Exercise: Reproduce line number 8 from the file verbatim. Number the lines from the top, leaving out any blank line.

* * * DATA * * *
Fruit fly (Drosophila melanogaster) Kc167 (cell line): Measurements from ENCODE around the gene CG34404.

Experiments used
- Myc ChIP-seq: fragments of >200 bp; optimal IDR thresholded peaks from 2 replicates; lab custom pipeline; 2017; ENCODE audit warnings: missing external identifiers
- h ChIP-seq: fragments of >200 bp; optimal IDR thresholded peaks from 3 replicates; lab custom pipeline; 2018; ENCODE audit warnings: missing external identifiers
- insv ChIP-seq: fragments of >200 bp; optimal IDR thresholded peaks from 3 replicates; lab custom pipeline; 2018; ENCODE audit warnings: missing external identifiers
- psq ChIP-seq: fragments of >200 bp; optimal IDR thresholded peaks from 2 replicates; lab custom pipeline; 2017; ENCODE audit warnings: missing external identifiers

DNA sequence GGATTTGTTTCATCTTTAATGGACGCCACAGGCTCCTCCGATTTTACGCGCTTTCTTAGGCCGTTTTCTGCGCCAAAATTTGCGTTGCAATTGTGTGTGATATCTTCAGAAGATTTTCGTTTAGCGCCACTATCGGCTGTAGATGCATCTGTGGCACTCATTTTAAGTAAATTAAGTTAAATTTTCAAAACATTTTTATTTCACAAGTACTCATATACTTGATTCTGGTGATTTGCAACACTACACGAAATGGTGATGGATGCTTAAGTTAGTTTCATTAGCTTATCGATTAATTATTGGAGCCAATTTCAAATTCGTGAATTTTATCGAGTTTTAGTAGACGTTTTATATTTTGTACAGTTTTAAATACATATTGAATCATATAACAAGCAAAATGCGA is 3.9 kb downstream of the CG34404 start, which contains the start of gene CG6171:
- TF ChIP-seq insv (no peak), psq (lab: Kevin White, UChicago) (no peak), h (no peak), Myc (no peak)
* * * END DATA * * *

- TF ChIP-seq insv (no peak), psq (lab: Kevin White, UChicago) (no peak), h (no peak), Myc (no peak)